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BRAMS – CRBLM Lecture Series: Researcher Lecture by Dr. Rodrigo Laje

Traditional period perturbations in sensorimotor synchronization confound experimental manipulations

Abstract: Paced finger tapping is a sensorimotor synchronization task where a subject has to keep pace with a metronome and the time differences (asynchronies) between each stimulus and its response are recorded. A usual way to study the underlying error correction mechanism is to perform unexpected temporal perturbations to the stimuli sequence. An overlooked issue is that at the moment of a temporal perturbation two things change: both the stimuli period (a parameter) and the asynchrony (a variable). In terms of experimental manipulation, it would be desirable to have separate, independent control of parameter and variable values. In this work we perform paced finger tapping experiments combining simple temporal perturbations (tempo step change) and spatial perturbations with temporal effect (raised or lowered point of contact). In this way we decouple the parameter-and-variable confounding, performing novel perturbations where either the parameter or the variable changes. Our results show nonlinear features like asymmetry and are compatible with a common error correction mechanism for all types of asynchronies. We suggest taking this confounding into account when analyzing perturbations of any kind in finger tapping tasks but also in other areas of sensorimotor synchronization, like music performance experiments and paced walking in gait coordination studies.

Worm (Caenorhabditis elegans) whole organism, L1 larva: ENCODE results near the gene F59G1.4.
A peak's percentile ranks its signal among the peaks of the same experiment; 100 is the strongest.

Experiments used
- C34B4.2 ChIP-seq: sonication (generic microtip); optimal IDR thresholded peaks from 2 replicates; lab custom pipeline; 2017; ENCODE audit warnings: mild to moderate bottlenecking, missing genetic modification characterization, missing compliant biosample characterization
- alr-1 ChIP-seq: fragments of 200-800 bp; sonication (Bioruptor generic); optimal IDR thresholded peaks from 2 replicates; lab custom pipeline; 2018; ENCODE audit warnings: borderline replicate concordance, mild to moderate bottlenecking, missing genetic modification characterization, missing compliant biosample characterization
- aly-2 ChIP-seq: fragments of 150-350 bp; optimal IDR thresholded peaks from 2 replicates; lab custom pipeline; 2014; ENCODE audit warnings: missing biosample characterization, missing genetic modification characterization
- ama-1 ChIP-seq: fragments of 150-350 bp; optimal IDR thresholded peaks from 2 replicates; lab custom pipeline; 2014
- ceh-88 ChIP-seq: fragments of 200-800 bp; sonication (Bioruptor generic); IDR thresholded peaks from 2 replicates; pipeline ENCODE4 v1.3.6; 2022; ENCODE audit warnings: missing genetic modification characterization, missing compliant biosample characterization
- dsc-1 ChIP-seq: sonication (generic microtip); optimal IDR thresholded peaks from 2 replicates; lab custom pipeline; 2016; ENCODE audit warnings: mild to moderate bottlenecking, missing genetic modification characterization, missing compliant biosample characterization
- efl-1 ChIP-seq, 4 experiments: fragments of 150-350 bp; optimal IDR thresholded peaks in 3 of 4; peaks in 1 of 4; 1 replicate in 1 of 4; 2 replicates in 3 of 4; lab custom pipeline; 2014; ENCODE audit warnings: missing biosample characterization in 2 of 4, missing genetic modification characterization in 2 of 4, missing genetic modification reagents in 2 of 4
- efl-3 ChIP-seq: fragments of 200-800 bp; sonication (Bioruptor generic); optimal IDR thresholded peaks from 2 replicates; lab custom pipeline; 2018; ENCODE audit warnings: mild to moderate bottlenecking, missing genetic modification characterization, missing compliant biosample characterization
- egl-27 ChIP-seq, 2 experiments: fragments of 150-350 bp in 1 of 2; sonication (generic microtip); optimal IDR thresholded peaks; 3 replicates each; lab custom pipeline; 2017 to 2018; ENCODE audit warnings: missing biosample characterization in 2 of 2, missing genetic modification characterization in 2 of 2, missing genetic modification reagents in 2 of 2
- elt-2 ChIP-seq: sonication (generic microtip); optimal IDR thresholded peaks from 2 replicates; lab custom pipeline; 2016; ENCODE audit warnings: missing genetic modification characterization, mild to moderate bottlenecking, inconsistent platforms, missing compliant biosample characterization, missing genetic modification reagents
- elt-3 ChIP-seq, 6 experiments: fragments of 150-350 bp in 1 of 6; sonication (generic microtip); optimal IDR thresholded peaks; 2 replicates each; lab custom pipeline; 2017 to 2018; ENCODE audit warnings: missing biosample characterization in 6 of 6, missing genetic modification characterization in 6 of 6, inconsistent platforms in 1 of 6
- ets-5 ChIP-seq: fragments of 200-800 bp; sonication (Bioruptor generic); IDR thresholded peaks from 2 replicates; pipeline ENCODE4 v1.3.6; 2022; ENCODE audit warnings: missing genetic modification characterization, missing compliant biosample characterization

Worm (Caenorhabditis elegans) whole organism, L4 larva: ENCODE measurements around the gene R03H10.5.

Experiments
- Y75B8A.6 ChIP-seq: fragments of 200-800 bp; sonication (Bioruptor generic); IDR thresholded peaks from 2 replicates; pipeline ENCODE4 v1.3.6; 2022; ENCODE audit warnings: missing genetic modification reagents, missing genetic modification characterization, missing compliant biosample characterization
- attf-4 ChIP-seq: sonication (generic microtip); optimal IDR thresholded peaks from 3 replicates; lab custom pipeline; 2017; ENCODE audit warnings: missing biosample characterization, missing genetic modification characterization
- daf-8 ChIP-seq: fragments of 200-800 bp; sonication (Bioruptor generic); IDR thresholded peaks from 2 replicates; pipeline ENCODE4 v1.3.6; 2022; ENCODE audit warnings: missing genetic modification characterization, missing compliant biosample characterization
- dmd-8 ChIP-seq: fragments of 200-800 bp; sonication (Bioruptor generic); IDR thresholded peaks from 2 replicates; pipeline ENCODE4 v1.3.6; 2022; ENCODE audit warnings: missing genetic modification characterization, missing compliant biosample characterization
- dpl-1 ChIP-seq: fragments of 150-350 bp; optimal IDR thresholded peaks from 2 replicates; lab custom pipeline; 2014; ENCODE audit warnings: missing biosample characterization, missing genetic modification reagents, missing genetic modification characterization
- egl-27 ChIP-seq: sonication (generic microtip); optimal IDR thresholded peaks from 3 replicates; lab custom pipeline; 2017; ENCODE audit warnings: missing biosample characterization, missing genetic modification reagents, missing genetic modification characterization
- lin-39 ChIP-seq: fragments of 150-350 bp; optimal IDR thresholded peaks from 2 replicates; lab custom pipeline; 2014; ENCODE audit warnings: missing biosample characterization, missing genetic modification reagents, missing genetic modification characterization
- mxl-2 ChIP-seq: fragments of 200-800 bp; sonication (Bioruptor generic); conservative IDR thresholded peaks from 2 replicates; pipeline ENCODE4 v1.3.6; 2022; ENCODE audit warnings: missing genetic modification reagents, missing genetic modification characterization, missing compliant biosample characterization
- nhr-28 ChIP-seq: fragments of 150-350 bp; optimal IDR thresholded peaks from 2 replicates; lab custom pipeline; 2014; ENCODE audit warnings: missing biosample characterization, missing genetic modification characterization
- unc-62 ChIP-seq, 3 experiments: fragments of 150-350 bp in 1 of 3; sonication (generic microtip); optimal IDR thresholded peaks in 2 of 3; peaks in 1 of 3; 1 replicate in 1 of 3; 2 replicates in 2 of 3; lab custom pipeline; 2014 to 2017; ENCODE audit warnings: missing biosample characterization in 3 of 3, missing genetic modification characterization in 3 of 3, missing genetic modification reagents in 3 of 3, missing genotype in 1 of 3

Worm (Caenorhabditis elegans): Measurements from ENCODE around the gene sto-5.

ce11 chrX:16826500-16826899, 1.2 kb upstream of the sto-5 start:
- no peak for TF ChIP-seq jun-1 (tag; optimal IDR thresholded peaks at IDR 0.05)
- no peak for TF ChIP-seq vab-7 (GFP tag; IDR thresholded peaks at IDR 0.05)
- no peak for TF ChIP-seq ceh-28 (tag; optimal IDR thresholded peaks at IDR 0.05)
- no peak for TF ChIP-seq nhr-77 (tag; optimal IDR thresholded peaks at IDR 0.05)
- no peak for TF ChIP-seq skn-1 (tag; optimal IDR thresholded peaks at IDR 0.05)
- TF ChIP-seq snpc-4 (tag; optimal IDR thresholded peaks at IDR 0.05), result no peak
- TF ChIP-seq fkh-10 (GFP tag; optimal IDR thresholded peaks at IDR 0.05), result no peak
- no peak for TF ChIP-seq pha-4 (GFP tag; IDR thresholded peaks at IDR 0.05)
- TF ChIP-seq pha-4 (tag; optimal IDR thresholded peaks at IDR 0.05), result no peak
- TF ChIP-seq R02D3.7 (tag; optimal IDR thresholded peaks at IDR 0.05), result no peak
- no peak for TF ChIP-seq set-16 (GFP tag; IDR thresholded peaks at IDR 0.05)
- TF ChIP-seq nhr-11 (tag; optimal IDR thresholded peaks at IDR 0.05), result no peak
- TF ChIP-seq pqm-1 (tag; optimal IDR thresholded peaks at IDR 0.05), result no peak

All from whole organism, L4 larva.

Short bio: Rodrigo Laje has a Ph.D. in Physics and conducts research on how the brain tells time. His theoretical/experimental group is focused on the hundred millisecond timing range where human sensorimotor synchronization occurs. He is also the current president of Expedicion Ciencia, a non-profit NGO devoted to science outreach and science education.

Date

Oct 08 2019
Expired!

Time

3:00 pm - 4:00 pm

Location

UdeM, Pavillon Marie-Victorin, D-427
90, ave Vincent-d'Indy
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BRAMS (International Laboratory for Brain, Music and Sound Research) is a unique centre dedicated to research excellence in the study of music and auditory cognition with a focus on neuroscience. The research centre is located in Montreal and jointly affiliated with the University of Montreal and McGill University.

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